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Space heroine as hard-line hopeful Russian election: Svetlana Savitskaya, the first woman to walk in space, is a top Communist candidate in the once all-powerful party's comeback bid in the Duma.

Sun Journal

November 14, 1995|By Clara Germani | Clara Germani,SUN FOREIGN STAFF

There's nothing wrong with private property -- indeed, she says, she owns a Moscow apartment herself -- but large tracts of land and the forests and natural resources should never be controlled by anyone but the government, she says.

Large-scale private land ownership invites corruption, or, worse, foreign ownership, that skims profits that all the people should enjoy in the form of good salaries, free medical treatment and a good education, she says. Instead, she sees "betrayal" of the people in the way President Boris Yeltsin -- a former Communist, she points out -- has brought about reform.

"It's robbery of the country, the annihilation of the country," she says. "By privatization or privhatizatzia [the Russian word for pilfering], people are trying to acquire a piece of the state. Reform is when life improves. It hasn't."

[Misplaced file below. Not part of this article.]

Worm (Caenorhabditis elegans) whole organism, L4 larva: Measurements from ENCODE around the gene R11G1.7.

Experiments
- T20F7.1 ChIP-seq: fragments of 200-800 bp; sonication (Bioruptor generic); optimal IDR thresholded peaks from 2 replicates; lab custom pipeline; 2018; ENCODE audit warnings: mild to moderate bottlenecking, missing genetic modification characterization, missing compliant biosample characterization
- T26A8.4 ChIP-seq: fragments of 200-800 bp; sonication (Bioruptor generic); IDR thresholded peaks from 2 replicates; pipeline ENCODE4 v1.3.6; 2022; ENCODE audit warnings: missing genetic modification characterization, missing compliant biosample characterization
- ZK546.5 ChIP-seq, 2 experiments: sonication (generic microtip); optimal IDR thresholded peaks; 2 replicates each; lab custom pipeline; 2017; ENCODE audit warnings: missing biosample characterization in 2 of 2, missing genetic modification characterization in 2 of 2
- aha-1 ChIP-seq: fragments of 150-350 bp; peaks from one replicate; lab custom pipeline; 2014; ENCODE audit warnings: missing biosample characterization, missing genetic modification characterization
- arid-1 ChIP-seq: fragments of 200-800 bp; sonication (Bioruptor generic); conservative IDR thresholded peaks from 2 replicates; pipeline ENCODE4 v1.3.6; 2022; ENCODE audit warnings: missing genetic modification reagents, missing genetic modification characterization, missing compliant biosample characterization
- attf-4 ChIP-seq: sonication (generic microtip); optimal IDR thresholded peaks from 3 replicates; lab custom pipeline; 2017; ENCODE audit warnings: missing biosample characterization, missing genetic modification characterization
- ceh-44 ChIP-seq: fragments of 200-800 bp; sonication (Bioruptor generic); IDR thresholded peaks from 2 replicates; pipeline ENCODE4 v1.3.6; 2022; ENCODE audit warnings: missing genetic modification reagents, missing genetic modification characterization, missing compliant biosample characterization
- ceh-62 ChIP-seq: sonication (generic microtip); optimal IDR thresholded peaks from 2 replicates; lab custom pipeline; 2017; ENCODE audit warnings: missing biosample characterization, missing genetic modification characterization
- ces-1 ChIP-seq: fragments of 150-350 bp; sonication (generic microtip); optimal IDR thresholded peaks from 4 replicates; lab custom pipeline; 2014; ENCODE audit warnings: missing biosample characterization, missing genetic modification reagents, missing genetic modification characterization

She sees today's Russian elite, perhaps only 6 percent to 8 percent of the population who have gotten rich on capitalist reforms, as similar to those privileged Russians who were disenfranchised after the Bolshevik Revolution because they'd accumulated their wealth unfairly at the expense of the working masses.

No money for flights

The betrayal of the Soviet ideal must feel incredibly sharp for Ms. Savitskaya. She was forced to retire from the cosmonaut corps a year ago when the Russian space shuttle program went broke before ever having launched a manned flight. A Buran shuttle she might have piloted today sits ingloriously among the carnival rides at Gorky amusement park.

Ms. Savitskaya has instant name-recognition among voting age Russians. And the name carries with it an almost-instant Communist image.

"There's no changing your mind after being that devoted to an idea," says Pyotr Aleshkovsky, a Russian novelist.

He says he'll always remember the cosmonaut as "the woman war machine of the Soviet system strong, very handsome and answering journalists' questions like a real warrior."

Many of that generation will vote for her.

But when he turns to his 13-year-old daughter and asks if she has ever heard of the cosmonaut-turned-candidate, the girl draws a blank

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